Tips&TricksSecrets Under Ice: The Volcanic Threat Hidden in Antarctica

Secrets Under Ice: The Volcanic Threat Hidden in Antarctica

Mount Erebus in Antarctica.
Mount Erebus in Antarctica.
Images source: © Adobe Stock | SD Images

10:31 AM EDT, April 16, 2024

The world is teeming with mysteries, and one region that might be harboring numerous secrets is Antarctica. This continent, covered in ice, is also dotted with volcanoes that have the potential to erupt at any moment. With 138 known volcanoes, the question arises: could they pose a real threat to the world someday?

Antarctica ranks as the fifth-largest continent, spanning 5.5 million square miles. Researchers from Yale University have uncovered fascinating evidence suggesting that Antarctica once experienced high and positive temperatures, likely hosting lush rainforests even 100 million years ago. Today, however, it presents itself as a vast icy expanse, below which lies a surprising number of volcanoes.

Is an eruption likely in Antarctica's volcanoes?

Antarctica is often called a realm of volcanoes. Experts estimate the presence of 138 volcanoes, suggesting the possibility of undiscovered ones, adding to this number. A pivotal study published in the Geological Society journal in 2017 highlighted the identification of the first 91 volcanoes. According to Livescience.com, only two of these volcanoes are active and considered capable of erupting in the foreseeable future. These are:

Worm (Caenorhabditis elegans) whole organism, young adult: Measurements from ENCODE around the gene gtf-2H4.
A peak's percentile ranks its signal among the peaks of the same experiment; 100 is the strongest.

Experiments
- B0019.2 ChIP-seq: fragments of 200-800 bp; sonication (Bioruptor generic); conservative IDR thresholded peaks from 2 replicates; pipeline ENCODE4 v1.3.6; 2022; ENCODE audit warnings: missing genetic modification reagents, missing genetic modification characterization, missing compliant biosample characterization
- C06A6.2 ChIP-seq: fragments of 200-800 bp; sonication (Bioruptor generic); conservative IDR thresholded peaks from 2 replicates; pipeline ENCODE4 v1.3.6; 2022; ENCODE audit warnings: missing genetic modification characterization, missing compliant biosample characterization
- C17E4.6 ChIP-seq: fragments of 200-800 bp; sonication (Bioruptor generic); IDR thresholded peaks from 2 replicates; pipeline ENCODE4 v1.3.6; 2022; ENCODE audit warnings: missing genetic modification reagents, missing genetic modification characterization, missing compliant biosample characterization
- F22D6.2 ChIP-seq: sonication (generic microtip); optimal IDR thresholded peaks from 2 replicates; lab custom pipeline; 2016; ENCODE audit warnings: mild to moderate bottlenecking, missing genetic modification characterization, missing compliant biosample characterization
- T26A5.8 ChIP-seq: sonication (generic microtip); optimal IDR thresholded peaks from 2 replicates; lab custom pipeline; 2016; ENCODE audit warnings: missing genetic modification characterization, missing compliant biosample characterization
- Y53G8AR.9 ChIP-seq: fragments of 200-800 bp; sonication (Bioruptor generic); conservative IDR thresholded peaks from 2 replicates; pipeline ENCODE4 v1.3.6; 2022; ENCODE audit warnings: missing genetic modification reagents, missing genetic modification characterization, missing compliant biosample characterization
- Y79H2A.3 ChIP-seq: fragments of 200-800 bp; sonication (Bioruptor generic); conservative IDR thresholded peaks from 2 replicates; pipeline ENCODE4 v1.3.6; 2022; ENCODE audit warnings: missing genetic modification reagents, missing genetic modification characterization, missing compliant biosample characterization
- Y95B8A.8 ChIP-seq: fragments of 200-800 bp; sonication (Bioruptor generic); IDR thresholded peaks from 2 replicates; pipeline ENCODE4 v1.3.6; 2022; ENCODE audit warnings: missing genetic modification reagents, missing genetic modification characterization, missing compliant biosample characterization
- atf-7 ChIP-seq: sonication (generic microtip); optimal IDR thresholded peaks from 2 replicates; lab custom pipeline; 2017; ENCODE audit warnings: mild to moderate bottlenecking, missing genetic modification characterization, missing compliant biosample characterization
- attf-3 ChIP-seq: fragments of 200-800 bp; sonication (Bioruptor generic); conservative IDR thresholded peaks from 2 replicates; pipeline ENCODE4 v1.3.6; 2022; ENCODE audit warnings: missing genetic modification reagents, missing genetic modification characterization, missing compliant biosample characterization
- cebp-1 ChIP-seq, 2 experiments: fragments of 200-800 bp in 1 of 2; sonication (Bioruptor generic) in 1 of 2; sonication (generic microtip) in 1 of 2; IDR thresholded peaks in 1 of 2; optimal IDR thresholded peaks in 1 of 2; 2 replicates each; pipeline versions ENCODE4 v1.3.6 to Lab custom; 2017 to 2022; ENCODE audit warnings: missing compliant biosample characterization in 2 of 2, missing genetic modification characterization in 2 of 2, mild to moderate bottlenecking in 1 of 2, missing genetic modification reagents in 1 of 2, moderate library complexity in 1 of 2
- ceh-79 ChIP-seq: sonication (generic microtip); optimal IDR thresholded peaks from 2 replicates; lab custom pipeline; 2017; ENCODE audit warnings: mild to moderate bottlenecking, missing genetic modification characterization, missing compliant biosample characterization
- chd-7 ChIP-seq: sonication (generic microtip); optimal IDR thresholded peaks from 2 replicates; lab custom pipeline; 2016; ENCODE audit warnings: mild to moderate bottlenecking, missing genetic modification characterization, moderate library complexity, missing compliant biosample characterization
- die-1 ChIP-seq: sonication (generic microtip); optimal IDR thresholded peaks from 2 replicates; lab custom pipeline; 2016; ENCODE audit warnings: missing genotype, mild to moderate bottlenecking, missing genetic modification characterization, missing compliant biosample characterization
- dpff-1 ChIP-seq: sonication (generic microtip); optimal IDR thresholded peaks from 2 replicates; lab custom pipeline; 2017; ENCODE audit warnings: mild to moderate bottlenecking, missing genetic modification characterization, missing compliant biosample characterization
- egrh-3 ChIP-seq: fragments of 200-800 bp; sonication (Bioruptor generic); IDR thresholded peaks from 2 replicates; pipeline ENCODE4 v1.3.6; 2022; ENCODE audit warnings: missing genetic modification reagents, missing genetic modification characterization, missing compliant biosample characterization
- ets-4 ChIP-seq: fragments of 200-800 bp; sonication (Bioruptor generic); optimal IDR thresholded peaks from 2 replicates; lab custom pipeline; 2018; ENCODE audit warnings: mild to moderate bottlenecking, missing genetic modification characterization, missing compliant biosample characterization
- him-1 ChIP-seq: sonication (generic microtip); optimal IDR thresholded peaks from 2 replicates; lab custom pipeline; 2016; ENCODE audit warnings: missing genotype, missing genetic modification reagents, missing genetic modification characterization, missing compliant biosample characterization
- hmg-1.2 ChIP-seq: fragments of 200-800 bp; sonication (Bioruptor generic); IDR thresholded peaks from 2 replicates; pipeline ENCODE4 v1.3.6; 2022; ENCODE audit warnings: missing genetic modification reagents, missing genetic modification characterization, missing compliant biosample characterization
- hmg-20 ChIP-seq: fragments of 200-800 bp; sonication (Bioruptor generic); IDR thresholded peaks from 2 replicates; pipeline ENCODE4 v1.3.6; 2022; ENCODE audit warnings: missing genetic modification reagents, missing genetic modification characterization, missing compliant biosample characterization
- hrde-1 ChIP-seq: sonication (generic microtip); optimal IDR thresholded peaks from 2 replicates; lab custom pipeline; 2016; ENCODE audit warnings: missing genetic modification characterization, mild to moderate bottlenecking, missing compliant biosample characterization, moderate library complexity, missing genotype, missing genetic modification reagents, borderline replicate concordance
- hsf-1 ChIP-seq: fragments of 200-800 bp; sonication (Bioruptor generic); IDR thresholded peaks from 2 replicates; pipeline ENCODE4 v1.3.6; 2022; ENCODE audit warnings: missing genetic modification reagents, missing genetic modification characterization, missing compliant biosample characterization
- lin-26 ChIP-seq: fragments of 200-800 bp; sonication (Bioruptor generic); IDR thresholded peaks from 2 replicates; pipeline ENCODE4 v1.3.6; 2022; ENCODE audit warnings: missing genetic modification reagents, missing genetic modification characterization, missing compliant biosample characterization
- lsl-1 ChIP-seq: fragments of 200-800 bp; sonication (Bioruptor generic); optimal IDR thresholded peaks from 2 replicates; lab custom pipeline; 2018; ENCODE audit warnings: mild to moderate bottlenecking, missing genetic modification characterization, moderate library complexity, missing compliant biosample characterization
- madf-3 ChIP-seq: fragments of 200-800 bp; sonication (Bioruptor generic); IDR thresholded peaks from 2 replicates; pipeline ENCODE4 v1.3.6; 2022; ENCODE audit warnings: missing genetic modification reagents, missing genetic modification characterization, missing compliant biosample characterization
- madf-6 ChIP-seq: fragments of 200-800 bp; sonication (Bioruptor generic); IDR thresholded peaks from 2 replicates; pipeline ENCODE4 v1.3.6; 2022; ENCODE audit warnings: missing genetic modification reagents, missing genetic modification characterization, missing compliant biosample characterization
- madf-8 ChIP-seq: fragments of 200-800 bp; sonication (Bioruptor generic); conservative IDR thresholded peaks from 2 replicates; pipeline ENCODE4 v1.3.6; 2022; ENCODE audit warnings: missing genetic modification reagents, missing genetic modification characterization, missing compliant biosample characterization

Scientists continue monitoring volcanic activity, yet predicting an eruption's exact timing remains a significant challenge. Researchers use specialized equipment, such as seismometers, to monitor volcanic activity, detecting seismic movements that could indicate an impending eruption.

What more do we know about Antarctica's volcanoes?

Two volcanoes in Antarctica are believed to be active and capable of erupting. The most recent eruption occurred two years ago, in 2022, when the active volcano Erebus demonstrated its power. Fascinatingly, Erebus has been forming its distinct shape for around 1.3 million years. Regular ejections of volcanic bombs attest to Erebus's activity, even though it's veiled by ice.

Moreover, Antarctica hosts a variety of fumaroles and volcanic vents. These geological features release gases and vapors into the atmosphere. These emissions can accumulate when conditions align, forming ice tower fumaroles that may stand nearly ten feet tall.

Sources: Livescience.com, Geological Society.

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